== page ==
However, China’s main priority in Beijing-friendly Hungary is not targeting locals but facing off against the US. In January 2018, for example, a well-connected US international relations expert visiting Budapest was followed everywhere by Chinese surveillants. His case was reported to the FBI.

Meanwhile, ignoring warnings from its own security apparatus, Hungary’s government seemed completely unfazed when news broke that a Chinese army-linked company, Zhenhua Data, was gathering information on Hungary’s elite, including one of Orban’s own children.

According to a US State Department list, Hungary has also become the only EU member state ruling out even the possibility that Chinese vendors such as Huawei might pose risks if allowed to participate in the rollout of domestic 5G mobile networks. While the US and a handful of allies accuse Huawei of cooperating with China’s intelligence services, Hungary has developed a close relationship with the company. The country is home to Huawei’s largest manufacturing base outside of China, as well as its new regional R&D centre.

Selling out its people and country
On March 22, the same day the EU imposed sanctions on Chinese officials over Hungarian objections, another symbolic event in Western-Chinese relations played out. That event, and the case it stems from, shows that Hungary is not only willing to sacrifice common EU policy to favour China, but also the interests of the Hungarian state.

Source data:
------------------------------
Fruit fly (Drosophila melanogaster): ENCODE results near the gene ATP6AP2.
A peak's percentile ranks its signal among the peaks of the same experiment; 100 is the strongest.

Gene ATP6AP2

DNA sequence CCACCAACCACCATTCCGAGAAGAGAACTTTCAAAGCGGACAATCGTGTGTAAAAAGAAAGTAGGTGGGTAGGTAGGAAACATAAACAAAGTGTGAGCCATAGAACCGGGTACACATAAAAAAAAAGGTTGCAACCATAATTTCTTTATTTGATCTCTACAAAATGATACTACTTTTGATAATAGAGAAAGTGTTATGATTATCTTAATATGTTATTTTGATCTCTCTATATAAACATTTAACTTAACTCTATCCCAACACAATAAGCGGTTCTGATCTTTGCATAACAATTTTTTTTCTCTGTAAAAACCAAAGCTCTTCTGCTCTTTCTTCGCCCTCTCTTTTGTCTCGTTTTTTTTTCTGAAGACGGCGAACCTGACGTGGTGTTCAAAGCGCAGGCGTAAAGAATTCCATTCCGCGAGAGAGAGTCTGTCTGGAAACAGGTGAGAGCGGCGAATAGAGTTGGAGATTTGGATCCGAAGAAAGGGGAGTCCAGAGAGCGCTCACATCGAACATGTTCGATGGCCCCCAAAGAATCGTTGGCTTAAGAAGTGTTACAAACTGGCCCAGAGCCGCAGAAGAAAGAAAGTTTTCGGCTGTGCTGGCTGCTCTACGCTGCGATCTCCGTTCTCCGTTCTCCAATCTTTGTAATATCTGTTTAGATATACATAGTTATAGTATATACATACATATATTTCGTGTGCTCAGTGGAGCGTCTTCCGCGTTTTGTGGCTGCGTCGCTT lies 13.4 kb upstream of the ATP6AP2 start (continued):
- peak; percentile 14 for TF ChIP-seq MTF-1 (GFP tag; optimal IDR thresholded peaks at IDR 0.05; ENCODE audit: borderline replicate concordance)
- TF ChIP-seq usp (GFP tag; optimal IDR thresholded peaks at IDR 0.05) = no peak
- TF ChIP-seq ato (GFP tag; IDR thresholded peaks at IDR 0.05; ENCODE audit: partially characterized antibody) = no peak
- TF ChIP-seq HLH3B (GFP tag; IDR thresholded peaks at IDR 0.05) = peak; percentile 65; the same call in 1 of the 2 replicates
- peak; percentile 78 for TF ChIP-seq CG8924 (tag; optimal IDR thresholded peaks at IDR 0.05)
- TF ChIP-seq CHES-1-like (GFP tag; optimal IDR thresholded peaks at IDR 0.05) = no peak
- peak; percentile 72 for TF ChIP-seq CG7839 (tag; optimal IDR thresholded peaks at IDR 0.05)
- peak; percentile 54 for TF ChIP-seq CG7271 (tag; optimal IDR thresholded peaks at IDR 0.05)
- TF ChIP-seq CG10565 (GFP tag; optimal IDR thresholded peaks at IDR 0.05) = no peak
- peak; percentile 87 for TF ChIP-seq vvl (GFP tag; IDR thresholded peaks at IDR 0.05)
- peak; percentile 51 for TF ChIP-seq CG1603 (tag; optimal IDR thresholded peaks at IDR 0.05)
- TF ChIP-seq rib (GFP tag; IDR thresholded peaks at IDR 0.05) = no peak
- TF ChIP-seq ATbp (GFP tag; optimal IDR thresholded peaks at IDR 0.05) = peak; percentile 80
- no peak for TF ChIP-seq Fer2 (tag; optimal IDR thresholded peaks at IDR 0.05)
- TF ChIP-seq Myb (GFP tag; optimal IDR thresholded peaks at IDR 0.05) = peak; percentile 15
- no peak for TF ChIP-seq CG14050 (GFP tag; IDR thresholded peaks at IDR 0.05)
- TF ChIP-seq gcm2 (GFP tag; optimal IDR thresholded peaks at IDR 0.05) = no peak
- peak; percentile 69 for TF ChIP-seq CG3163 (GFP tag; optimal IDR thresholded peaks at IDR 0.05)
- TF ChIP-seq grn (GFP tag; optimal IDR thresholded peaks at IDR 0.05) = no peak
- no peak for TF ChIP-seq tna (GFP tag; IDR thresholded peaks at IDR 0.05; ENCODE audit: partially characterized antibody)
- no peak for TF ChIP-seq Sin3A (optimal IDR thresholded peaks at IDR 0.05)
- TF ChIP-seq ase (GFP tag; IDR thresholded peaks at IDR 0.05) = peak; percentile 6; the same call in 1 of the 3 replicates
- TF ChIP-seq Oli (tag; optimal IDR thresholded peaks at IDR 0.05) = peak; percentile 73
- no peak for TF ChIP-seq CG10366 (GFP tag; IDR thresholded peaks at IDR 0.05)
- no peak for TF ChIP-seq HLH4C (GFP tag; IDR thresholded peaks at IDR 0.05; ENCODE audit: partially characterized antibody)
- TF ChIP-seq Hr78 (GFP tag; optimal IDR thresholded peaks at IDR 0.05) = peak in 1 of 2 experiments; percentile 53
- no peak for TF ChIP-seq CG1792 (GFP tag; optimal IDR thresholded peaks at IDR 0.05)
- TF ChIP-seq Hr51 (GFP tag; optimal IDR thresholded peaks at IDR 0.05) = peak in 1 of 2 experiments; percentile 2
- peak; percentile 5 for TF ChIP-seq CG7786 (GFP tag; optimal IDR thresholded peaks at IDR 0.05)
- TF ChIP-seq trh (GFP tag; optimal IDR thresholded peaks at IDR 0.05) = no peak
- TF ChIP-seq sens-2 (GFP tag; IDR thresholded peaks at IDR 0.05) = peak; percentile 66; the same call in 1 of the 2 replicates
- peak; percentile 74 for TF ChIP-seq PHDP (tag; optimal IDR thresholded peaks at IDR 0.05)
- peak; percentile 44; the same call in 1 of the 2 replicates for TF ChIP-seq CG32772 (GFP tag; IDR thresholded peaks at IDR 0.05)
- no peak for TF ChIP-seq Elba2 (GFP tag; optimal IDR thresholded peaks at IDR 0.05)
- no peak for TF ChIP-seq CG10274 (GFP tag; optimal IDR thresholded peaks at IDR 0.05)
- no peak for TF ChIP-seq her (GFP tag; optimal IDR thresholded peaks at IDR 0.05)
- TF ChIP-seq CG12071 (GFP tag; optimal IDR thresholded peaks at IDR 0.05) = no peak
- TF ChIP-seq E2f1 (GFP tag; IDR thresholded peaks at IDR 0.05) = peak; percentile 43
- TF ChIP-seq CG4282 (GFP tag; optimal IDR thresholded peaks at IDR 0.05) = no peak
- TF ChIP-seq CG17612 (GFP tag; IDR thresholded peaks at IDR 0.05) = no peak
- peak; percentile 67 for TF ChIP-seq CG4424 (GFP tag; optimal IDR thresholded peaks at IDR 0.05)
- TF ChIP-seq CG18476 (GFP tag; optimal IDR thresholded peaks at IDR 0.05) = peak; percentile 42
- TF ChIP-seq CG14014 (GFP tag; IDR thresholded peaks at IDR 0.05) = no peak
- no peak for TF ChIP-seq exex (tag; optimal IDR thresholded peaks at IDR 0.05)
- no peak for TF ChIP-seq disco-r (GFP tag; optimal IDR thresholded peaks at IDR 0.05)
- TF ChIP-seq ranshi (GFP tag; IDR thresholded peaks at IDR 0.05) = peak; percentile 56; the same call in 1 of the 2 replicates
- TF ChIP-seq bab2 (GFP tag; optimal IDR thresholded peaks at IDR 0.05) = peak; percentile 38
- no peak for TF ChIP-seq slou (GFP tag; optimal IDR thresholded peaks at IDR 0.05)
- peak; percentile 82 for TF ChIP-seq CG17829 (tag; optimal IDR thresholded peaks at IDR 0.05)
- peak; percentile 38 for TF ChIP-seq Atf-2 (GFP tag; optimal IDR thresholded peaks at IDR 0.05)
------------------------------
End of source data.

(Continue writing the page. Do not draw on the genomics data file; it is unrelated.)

In Beijing, diplomats from 26 countries gathered outside a courthouse in a show of solidarity with Michael Kovrig. The Canadian ex-diplomat is widely seen as a victim of China’s hostage diplomacy – his arrest in December 2018 retaliation for the detainment of Huawei CFO Meng Wanzhou in Canada. Hungary did not join Canada, the US and most EU states in this diplomatic action, despite Kovrig being of Hungarian ancestry and holding Hungarian citizenship.

As each country is obliged to protect its own citizens, Kovrig’s case could have posed complications for the Orban government’s pro-China and pro-Huawei policies. Instead, it quickly decided to abandon Kovrig, becoming the only EU member state to remain completely silent in public about the man’s unlawful imprisonment. As cruel and calculating as this move might seem to many, the case of Kovrig is the perfect indication of how determined Orban is to remain friends with China.

Moreover, hosting Fudan University’s campus in Budapest will have serious national security implications. Orban’s government plans to award the lucrative construction project to China State Construction Engineering Corporation (CSCEC) – a company blacklisted by the US for its ties to the People’s Liberation Army. CSCEC has been suspected of espionage and corruption in many places it has operated in over recent years, from Ethiopia, to Pakistan, to Australia.

Fudan University itself also has close ties to China’s security apparatus. Not only is it known to cooperate with Chinese intelligence, but the university even opened a spy school in 2011.

As a Hungarian university professor explained to me: with the American Central European University booted out and the Chinese Fudan University invited in, it’s hard not to identify a major geopolitical shift taking place in the country.